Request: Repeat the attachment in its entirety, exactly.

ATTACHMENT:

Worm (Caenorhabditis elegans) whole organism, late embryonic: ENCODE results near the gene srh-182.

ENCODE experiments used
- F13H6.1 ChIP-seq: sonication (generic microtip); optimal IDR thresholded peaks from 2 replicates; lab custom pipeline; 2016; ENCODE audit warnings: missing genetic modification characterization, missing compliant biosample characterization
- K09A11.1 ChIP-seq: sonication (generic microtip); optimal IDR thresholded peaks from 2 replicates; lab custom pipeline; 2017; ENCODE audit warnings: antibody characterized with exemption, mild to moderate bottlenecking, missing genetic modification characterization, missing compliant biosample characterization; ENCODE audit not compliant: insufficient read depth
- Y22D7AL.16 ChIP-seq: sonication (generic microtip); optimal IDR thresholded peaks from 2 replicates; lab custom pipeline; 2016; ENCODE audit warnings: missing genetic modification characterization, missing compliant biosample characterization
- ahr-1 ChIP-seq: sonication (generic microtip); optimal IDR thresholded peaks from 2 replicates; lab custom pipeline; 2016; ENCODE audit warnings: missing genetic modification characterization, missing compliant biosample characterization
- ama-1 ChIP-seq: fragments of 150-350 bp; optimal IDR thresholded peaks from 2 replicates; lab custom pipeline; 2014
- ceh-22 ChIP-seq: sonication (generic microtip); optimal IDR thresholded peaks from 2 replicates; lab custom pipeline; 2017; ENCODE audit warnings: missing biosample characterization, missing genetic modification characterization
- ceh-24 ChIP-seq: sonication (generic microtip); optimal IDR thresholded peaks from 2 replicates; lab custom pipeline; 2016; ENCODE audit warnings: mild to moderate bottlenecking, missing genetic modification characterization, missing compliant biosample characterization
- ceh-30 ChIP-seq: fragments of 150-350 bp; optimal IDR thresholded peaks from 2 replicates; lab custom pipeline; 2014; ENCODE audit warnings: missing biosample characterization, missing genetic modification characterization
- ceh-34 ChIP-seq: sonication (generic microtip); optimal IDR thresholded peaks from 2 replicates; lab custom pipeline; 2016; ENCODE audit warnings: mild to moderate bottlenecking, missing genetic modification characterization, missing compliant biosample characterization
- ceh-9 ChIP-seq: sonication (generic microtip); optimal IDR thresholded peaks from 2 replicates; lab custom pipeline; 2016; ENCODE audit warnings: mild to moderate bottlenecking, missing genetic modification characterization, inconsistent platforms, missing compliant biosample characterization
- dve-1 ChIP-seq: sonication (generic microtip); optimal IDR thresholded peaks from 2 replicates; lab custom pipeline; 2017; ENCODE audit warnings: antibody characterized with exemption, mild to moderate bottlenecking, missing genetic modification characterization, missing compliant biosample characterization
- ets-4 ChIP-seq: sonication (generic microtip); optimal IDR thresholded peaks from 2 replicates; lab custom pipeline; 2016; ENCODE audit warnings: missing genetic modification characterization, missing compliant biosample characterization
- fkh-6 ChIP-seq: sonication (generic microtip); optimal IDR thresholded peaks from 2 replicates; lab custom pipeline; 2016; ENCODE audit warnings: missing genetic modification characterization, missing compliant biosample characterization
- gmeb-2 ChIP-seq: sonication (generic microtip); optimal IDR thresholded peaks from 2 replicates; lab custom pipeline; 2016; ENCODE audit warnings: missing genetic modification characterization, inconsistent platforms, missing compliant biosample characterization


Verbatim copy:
Worm (Caenorhabditis elegans) whole organism, late embryonic: ENCODE results near the gene srh-182.

ENCODE experiments used
- F13H6.1 ChIP-seq: sonication (generic microtip); optimal IDR thresholded peaks from 2 replicates; lab custom pipeline; 2016; ENCODE audit warnings: missing genetic modification characterization, missing compliant biosample characterization
- K09A11.1 ChIP-seq: sonication (generic microtip); optimal IDR thresholded peaks from 2 replicates; lab custom pipeline; 2017; ENCODE audit warnings: antibody characterized with exemption, mild to moderate bottlenecking, missing genetic modification characterization, missing compliant biosample characterization; ENCODE audit not compliant: insufficient read depth
- Y22D7AL.16 ChIP-seq: sonication (generic microtip); optimal IDR thresholded peaks from 2 replicates; lab custom pipeline; 2016; ENCODE audit warnings: missing genetic modification characterization, missing compliant biosample characterization
- ahr-1 ChIP-seq: sonication (generic microtip); optimal IDR thresholded peaks from 2 replicates; lab custom pipeline; 2016; ENCODE audit warnings: missing genetic modification characterization, missing compliant biosample characterization
- ama-1 ChIP-seq: fragments of 150-350 bp; optimal IDR thresholded peaks from 2 replicates; lab custom pipeline; 2014
- ceh-22 ChIP-seq: sonication (generic microtip); optimal IDR thresholded peaks from 2 replicates; lab custom pipeline; 2017; ENCODE audit warnings: missing biosample characterization, missing genetic modification characterization
- ceh-24 ChIP-seq: sonication (generic microtip); optimal IDR thresholded peaks from 2 replicates; lab custom pipeline; 2016; ENCODE audit warnings: mild to moderate bottlenecking, missing genetic modification characterization, missing compliant biosample characterization
- ceh-30 ChIP-seq: fragments of 150-350 bp; optimal IDR thresholded peaks from 2 replicates; lab custom pipeline; 2014; ENCODE audit warnings: missing biosample characterization, missing genetic modification characterization
- ceh-34 ChIP-seq: sonication (generic microtip); optimal IDR thresholded peaks from 2 replicates; lab custom pipeline; 2016; ENCODE audit warnings: mild to moderate bottlenecking, missing genetic modification characterization, missing compliant biosample characterization
- ceh-9 ChIP-seq: sonication (generic microtip); optimal IDR thresholded peaks from 2 replicates; lab custom pipeline; 2016; ENCODE audit warnings: mild to moderate bottlenecking, missing genetic modification characterization, inconsistent platforms, missing compliant biosample characterization
- dve-1 ChIP-seq: sonication (generic microtip); optimal IDR thresholded peaks from 2 replicates; lab custom pipeline; 2017; ENCODE audit warnings: antibody characterized with exemption, mild to moderate bottlenecking, missing genetic modification characterization, missing compliant biosample characterization
- ets-4 ChIP-seq: sonication (generic microtip); optimal IDR thresholded peaks from 2 replicates; lab custom pipeline; 2016; ENCODE audit warnings: missing genetic modification characterization, missing compliant biosample characterization
- fkh-6 ChIP-seq: sonication (generic microtip); optimal IDR thresholded peaks from 2 replicates; lab custom pipeline; 2016; ENCODE audit warnings: missing genetic modification characterization, missing compliant biosample characterization
- gmeb-2 ChIP-seq: sonication (generic microtip); optimal IDR thresholded peaks from 2 replicates; lab custom pipeline; 2016; ENCODE audit warnings: missing genetic modification characterization, inconsistent platforms, missing compliant biosample characterization